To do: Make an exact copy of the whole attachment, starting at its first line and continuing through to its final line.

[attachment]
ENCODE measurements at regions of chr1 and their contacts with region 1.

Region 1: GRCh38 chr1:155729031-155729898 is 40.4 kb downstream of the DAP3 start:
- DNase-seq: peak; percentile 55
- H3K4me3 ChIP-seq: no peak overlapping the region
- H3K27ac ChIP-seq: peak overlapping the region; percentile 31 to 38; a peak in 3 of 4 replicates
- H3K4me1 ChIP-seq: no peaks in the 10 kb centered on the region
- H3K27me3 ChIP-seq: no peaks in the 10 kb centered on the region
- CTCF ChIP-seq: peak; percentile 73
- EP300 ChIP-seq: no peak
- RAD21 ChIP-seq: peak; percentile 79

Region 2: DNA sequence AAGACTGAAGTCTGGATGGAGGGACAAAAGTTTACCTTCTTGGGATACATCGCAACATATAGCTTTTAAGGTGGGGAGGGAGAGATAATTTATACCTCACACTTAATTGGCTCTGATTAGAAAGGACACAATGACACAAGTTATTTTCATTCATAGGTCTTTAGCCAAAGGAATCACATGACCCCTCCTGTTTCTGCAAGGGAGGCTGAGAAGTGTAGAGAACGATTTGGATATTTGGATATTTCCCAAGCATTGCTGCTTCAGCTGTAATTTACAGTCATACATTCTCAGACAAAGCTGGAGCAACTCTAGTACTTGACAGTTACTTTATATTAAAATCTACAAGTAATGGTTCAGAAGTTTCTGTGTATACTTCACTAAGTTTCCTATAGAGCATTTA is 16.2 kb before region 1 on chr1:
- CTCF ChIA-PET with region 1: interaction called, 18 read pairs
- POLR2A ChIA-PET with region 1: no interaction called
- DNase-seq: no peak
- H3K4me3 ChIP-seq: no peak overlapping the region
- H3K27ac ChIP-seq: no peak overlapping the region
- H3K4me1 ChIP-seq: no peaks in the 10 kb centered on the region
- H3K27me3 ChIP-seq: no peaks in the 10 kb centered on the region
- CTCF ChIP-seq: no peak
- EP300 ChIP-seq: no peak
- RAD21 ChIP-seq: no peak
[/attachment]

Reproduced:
ENCODE measurements at regions of chr1 and their contacts with region 1.

Region 1: GRCh38 chr1:155729031-155729898 is 40.4 kb downstream of the DAP3 start:
- DNase-seq: peak; percentile 55
- H3K4me3 ChIP-seq: no peak overlapping the region
- H3K27ac ChIP-seq: peak overlapping the region; percentile 31 to 38; a peak in 3 of 4 replicates
- H3K4me1 ChIP-seq: no peaks in the 10 kb centered on the region
- H3K27me3 ChIP-seq: no peaks in the 10 kb centered on the region
- CTCF ChIP-seq: peak; percentile 73
- EP300 ChIP-seq: no peak
- RAD21 ChIP-seq: peak; percentile 79

Region 2: DNA sequence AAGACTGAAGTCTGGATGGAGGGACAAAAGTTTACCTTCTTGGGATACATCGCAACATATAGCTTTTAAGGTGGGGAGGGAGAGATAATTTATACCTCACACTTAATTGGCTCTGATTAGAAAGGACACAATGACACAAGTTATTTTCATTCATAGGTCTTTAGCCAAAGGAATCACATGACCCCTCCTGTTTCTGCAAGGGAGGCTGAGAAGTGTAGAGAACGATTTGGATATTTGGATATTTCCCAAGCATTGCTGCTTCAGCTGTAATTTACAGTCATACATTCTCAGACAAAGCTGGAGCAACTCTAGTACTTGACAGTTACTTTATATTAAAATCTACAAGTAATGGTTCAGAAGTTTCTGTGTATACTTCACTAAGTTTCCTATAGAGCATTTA is 16.2 kb before region 1 on chr1:
- CTCF ChIA-PET with region 1: interaction called, 18 read pairs
- POLR2A ChIA-PET with region 1: no interaction called
- DNase-seq: no peak
- H3K4me3 ChIP-seq: no peak overlapping the region
- H3K27ac ChIP-seq: no peak overlapping the region
- H3K4me1 ChIP-seq: no peaks in the 10 kb centered on the region
- H3K27me3 ChIP-seq: no peaks in the 10 kb centered on the region
- CTCF ChIP-seq: no peak
- EP300 ChIP-seq: no peak
- RAD21 ChIP-seq: no peak